Today I did my first try-atha-long! I’d never done a try-atha-long before, and Mom explained to me that it’s when you do 3 things all in a row; except that we were doing a “relay” which means that 3 human people each did a different thing. I thought maybe one of the things would be running because Mom was wearing her running clothes, but a try-atha-long isn’t what I expected at all.
The first event involves walking around a lot in a big crowd of really stressed out people. All these people have lots of luggage, and big ol’ bikes that they have to push around, and they have to go from one table to another carrying all their stuff, wait in lots of lines, and change their clothes a bunch of times; the whole time looking more and more worried. The object of this leg of the try-atha-long is to make as many people as possible stop stressing. I was stressed out too, but pretty soon I figured out that every time someone leaned over I could at least get in a face lick and probably score a scratch behind the ears, which made me less stressed. The really good ones gave me a butt scratch. The disappointing ones only let me lick their legs once or twice before Mom pulled me away. I think I won that stage.
The second stage of the try-atha-long was the most boring. It involved some more walking around in a group, and lots and lots of waiting. First we went down to the beach. Because this crowd was not a fun-loving bunch, instead of playing on the beach they all stood around in funny-smelling suits and continued to look worried. Then our teammate in the funny-smelling suit disappeared and Mom, our other teammate and I went back to wait some more by all the luggage. Then the stinky guy came back, the other guy left, and our team went up to road a bit to watch the stressed out people yell at each other on bikes – and wait some more. At first I thought this part would be cool because we passed a lot of people eating bacon. But no matter how close I put my nose to their bacon, Mom wouldn’t let me stop, so I didn’t get any. We were in a race after all, and a race means that you don’t get to stop and eat bacon. I don’t think I care for races. So eventually I lay down on the ground and sighed pointedly so that Mom would know how lame this part was.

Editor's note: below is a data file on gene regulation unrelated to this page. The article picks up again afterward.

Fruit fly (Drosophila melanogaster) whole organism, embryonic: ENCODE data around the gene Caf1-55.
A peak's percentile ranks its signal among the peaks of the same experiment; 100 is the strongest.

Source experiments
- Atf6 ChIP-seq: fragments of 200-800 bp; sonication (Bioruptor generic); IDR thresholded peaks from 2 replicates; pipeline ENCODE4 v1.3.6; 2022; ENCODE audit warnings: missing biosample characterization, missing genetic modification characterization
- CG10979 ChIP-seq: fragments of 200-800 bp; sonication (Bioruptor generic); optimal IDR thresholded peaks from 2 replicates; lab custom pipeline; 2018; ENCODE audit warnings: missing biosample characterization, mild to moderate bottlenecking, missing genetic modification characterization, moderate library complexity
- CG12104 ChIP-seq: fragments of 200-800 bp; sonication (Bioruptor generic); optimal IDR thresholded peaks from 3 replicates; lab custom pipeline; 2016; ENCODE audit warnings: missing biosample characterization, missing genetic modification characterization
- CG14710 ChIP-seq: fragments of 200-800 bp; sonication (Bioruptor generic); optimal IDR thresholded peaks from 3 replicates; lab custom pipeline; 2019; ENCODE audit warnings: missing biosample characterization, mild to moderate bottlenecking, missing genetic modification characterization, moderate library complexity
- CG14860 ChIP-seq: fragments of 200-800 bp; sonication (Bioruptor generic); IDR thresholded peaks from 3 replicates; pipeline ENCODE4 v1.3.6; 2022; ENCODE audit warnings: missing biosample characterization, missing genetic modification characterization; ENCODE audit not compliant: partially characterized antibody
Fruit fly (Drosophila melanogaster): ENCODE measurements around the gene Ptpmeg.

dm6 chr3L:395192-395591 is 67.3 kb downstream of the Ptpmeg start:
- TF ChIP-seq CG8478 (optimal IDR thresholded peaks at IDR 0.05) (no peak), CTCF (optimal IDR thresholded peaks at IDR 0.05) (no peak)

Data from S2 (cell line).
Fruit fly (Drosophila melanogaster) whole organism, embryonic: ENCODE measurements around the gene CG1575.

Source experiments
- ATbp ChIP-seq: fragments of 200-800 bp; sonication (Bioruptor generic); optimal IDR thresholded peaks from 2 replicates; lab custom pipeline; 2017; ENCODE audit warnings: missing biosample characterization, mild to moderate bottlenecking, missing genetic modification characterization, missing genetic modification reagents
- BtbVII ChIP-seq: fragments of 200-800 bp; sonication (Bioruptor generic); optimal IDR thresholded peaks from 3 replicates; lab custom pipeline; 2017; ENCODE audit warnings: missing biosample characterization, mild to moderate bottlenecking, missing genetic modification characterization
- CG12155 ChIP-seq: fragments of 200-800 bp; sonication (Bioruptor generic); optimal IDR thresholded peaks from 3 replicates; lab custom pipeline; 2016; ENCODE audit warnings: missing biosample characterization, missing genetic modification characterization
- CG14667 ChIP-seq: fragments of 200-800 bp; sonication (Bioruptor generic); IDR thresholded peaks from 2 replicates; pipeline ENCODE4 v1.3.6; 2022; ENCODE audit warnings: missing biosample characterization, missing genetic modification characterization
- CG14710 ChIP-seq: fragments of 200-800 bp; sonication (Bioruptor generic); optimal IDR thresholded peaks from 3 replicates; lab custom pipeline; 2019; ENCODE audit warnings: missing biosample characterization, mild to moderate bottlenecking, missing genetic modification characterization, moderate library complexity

I did not like the last leg of the try-atha-long AT ALL. It involved Mom handing over my leash to the strange man and her leaving me alone with him. When Mom walked away I watched the spot where I had last seen her forever and ever, but she didn’t come back. At one point I thought that I saw her, and barked really loud, but The Man just knelt down and pet me for awhile, which I took to mean that I had to live with him now. Pretty soon the other man showed up, and we hung out and waited for about 6 or 7 more years. Every time we went somewhere new, I had to pull The Man, in case Mom was wherever we were going waiting for us. But the Man weighs a lot more than Mom and it was hard to pull him.
Finally, when I had just about decided that she was gone for good and I was going to have to adopt a new family, I saw Mom in the crowd. She was looking significantly sweatier than the last time I’d seen her, and a little green around the gills, but definitely alive. I barked and pulled The Man through the crowd of still-stressed-out people to get at her. “We finished! We did it!” I screamed, hopping around and crashing into people like a bowling ball. “Did you know there’s bacon somewhere around here? Let’s go find some!”
Oscar the try-atha-dog